Saturday, January 20, 2018

Theatre Review -- Bright Star (Musical) -- 2018 tour

I first learned of Bright Star when I read through the Tony nominees back in 2016. All the hype was surrounding Hamilton at the time but when I listened to the music from both shows I found that I enjoyed them both but I was drawn more to Bright Star. The soundtrack was infectious and fun and the story appealed to me. As 2016 closed out, Hamilton became the sensation and Bright Star faded from view. I thought very little about it until the summer of 2016 when I was surprised to learn that a local Utah Theatre would be welcoming Bright Star as part of its National Tour. I was naturally excited and swooped up a pair of tickets as soon as they were available.

(NOTE: If you're in Utah when I post this, you've got a little less than a week to see the show at Pioneer Theatre. The tour will continue through the Spring and Summer ending (appropriately?) in North Carolina in June. For tour dates, click here.)

Bright Star is a musical about love, loss, family, traditions, pain, hope and the nature of humanity. It's set in North Carolina with two storylines, one set in the 1920s and the other in the 1940s. The music is in a fun bluegrass style featuring a small "orchestra" sawing away on violin, banjo, mandolin, guitar, bass, accordion, cello, piano and drums. The instruments (except for the drums) are featured onstage in a wooden cabin constructed with partial walls and on a moveable bass so the band can move around throughout the scenes and bring extra energy and emotion to moments in the play.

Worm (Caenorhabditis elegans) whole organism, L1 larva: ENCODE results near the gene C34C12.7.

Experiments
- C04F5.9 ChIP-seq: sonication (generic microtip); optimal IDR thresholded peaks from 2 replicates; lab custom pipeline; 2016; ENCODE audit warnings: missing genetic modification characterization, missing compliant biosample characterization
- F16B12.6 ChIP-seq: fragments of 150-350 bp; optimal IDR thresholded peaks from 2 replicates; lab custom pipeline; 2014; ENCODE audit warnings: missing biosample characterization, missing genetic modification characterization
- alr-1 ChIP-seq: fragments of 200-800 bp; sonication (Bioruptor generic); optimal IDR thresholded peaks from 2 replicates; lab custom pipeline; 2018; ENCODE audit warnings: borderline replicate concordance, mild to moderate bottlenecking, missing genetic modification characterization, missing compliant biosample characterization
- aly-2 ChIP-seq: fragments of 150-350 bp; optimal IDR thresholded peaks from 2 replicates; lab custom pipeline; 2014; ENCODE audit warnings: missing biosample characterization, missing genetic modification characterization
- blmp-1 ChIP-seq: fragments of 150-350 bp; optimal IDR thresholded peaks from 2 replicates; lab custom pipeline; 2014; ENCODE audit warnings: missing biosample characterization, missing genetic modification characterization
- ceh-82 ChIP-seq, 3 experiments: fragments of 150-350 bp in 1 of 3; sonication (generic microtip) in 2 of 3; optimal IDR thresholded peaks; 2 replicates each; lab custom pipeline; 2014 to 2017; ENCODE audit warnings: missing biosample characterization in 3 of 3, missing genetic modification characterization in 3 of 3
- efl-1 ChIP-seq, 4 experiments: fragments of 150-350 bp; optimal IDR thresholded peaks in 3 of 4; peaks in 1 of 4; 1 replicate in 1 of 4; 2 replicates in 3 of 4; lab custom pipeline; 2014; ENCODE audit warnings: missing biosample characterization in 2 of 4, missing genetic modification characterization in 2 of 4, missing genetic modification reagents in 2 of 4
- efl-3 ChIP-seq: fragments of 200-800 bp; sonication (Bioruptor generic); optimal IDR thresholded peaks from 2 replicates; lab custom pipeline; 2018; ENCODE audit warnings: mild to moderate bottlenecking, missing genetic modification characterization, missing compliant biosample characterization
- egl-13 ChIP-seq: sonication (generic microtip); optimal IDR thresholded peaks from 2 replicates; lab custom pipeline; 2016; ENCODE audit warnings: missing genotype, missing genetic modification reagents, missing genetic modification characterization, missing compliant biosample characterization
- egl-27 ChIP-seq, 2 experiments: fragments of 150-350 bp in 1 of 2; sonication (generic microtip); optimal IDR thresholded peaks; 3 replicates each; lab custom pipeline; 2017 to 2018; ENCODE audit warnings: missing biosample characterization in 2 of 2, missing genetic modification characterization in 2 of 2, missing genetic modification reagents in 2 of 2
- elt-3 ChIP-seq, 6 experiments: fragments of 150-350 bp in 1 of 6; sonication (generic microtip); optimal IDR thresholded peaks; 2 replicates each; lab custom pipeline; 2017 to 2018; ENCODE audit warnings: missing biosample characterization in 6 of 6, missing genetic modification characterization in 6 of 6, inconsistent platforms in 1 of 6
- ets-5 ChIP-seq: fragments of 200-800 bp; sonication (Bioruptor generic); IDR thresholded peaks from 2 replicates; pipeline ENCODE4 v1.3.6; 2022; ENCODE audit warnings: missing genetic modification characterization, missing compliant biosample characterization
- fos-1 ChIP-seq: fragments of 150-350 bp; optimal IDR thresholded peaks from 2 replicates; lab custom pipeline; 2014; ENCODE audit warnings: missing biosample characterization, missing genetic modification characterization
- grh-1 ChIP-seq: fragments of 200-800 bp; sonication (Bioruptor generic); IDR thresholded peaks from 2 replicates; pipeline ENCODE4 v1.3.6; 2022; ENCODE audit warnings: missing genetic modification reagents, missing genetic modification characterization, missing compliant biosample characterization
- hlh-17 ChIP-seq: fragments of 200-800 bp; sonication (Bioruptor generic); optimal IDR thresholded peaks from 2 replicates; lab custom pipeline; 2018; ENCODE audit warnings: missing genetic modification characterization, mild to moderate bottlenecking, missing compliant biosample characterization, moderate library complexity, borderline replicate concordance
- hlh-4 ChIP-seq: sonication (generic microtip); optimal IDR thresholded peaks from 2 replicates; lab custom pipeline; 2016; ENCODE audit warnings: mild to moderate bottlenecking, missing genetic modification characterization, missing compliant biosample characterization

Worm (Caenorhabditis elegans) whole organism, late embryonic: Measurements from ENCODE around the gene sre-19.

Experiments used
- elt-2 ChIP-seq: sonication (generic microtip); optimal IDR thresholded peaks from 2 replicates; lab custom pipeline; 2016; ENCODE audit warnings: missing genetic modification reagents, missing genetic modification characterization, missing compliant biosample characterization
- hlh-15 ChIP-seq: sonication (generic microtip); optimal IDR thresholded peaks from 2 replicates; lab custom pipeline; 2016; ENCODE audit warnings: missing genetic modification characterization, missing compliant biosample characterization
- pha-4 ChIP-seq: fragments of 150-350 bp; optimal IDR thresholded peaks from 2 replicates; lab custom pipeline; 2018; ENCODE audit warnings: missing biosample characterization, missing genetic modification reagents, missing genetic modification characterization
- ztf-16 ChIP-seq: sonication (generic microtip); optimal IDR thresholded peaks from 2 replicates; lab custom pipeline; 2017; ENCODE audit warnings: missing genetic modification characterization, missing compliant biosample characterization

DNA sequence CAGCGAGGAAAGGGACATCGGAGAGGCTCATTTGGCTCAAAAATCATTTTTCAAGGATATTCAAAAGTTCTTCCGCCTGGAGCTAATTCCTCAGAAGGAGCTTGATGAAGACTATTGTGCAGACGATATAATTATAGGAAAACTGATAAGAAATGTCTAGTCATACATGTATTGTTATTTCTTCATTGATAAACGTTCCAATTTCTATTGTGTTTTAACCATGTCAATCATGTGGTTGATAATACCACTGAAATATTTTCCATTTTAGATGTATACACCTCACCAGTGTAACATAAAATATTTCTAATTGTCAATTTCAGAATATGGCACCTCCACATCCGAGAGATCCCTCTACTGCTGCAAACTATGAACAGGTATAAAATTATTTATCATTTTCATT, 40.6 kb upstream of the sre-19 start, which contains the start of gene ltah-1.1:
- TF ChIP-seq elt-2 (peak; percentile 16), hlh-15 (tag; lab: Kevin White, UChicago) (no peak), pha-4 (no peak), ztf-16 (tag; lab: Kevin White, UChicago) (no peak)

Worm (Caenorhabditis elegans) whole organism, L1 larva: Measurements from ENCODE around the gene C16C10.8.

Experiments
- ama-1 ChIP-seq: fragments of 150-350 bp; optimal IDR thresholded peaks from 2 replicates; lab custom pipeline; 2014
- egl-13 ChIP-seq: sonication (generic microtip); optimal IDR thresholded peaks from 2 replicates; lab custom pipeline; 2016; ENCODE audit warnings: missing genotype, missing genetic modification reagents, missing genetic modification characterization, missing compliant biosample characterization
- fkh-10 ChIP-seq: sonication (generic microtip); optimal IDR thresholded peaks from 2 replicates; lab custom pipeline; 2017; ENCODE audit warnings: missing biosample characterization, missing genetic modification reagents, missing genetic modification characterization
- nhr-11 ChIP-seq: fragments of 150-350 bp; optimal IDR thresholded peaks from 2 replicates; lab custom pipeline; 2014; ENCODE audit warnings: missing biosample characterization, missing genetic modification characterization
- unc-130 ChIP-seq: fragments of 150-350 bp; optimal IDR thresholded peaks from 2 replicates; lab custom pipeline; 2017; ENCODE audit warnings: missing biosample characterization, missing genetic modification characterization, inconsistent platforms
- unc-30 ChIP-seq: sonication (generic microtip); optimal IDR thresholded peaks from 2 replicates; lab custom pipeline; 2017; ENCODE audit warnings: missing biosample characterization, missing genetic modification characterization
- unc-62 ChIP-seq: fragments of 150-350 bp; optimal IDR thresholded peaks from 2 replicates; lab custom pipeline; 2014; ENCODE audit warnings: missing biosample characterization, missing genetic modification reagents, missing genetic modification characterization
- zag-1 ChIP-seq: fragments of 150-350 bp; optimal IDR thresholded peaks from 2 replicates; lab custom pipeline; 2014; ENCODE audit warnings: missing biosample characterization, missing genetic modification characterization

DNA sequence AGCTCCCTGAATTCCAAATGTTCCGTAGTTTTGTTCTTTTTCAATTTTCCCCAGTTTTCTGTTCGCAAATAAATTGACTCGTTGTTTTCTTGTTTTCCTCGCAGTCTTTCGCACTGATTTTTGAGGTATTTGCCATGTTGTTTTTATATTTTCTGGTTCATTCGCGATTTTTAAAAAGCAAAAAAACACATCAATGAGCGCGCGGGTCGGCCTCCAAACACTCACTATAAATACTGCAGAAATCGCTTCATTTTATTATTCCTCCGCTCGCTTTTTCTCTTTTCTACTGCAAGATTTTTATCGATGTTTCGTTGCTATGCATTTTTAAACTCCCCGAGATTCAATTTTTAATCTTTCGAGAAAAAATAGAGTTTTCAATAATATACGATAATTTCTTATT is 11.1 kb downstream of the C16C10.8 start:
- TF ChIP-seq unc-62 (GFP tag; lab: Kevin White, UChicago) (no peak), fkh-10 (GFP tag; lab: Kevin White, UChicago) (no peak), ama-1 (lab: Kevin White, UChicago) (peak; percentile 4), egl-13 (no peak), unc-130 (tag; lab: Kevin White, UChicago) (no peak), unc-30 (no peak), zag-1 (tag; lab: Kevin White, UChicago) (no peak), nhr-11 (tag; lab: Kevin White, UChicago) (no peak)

The show focuses on the primary female lead Alice and shows moments of her life in the 20s and 40s. We meet her parents and the male love interest Jimmy Ray (along with his father). In the 1940s we follow the other male lead Billy as he works to figure out his life now that he's back from the war.